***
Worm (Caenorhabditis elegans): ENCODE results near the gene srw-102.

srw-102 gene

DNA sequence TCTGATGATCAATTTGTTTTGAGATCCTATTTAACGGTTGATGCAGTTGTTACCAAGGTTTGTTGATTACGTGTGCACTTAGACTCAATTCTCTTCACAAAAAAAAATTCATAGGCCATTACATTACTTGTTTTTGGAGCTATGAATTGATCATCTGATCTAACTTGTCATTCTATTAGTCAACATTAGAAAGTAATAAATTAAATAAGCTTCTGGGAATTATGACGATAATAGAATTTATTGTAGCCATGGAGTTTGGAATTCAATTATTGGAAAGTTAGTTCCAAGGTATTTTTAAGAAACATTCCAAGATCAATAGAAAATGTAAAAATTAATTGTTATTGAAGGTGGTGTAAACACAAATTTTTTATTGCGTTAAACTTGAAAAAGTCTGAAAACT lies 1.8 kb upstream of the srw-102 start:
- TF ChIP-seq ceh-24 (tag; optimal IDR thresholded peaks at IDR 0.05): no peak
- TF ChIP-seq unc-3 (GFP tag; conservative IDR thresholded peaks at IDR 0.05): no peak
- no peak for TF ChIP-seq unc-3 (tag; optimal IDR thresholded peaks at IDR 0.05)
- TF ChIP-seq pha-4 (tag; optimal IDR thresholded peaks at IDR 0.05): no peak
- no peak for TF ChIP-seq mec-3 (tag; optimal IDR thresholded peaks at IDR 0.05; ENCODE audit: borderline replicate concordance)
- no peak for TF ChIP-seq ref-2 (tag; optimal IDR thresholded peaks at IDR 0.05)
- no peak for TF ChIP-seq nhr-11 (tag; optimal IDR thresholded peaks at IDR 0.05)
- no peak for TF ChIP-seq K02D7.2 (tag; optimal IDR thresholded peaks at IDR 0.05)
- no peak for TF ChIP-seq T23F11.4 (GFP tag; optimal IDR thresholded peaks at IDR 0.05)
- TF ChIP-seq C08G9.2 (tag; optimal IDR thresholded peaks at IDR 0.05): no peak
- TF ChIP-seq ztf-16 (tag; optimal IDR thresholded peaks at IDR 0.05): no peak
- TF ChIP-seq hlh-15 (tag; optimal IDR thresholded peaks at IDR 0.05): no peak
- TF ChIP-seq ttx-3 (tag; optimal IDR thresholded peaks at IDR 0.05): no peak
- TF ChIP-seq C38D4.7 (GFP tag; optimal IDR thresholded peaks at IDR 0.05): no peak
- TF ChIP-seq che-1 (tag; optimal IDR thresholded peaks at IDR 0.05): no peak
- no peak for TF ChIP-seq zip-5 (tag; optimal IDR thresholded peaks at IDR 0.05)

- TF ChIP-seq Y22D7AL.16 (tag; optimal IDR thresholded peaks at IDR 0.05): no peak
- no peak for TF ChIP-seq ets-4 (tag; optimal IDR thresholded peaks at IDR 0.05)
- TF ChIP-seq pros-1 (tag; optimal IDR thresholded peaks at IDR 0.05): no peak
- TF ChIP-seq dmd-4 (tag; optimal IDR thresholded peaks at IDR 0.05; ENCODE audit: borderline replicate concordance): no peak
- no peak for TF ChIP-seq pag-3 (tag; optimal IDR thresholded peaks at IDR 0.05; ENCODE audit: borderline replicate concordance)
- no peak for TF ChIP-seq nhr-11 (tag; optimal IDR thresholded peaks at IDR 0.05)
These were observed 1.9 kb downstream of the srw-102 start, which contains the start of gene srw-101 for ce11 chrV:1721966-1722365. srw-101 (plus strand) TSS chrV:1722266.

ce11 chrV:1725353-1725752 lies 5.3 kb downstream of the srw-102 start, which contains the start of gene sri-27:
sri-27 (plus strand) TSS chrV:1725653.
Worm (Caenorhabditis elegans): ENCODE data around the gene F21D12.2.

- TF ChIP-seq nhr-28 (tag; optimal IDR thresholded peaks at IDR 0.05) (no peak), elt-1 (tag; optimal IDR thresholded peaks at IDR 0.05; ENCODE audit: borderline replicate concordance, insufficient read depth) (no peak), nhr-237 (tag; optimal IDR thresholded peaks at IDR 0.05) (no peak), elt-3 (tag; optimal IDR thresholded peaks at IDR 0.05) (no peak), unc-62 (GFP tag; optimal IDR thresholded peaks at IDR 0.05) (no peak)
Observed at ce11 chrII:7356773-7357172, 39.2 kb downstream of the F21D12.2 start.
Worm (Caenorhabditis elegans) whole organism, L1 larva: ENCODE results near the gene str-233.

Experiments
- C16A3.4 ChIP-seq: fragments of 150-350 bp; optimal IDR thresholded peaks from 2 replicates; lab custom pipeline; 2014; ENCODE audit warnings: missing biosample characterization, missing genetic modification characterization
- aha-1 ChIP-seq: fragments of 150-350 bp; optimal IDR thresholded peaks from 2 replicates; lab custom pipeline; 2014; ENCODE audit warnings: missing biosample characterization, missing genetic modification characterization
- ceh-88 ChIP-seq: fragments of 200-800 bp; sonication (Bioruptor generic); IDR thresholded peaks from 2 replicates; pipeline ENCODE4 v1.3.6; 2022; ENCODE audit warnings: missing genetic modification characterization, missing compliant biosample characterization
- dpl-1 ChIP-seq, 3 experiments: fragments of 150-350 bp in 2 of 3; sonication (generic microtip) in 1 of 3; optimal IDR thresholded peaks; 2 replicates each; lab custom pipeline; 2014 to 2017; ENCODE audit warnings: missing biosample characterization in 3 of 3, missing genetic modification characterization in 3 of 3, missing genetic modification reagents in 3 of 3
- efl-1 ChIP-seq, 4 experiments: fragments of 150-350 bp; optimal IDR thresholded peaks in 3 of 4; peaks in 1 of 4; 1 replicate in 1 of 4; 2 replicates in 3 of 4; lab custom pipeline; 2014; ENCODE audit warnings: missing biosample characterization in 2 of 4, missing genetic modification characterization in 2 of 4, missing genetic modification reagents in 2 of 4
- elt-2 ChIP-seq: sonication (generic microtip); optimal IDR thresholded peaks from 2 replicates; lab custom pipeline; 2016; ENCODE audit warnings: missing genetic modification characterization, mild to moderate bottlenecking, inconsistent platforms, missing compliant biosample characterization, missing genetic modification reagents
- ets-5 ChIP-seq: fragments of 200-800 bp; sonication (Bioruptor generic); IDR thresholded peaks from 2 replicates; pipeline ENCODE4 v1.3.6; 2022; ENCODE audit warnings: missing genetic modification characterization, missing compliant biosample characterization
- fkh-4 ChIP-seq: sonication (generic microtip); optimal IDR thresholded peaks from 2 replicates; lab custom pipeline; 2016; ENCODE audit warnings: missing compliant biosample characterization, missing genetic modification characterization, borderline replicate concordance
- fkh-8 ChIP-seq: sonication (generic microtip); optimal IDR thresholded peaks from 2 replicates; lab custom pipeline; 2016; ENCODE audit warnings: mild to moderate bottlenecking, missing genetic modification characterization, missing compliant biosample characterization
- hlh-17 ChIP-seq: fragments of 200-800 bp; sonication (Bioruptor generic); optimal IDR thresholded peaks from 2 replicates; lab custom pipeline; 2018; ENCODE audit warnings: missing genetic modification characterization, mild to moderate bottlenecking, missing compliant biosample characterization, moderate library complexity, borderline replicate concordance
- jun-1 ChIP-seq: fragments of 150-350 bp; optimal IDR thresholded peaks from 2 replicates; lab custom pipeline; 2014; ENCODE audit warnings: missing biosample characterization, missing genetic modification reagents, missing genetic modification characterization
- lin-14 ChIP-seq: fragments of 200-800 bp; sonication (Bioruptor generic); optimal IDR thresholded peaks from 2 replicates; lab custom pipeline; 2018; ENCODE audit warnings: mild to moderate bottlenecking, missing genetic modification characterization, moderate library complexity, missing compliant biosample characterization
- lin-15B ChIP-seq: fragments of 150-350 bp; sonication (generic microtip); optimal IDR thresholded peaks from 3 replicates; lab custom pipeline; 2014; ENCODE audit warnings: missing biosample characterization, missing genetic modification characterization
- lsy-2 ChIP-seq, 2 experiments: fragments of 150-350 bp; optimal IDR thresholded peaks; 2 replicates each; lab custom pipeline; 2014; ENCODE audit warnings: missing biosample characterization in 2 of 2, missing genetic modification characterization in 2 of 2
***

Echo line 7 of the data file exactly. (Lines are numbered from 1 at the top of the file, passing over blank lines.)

- TF ChIP-seq pha-4 (tag; optimal IDR thresholded peaks at IDR 0.05): no peak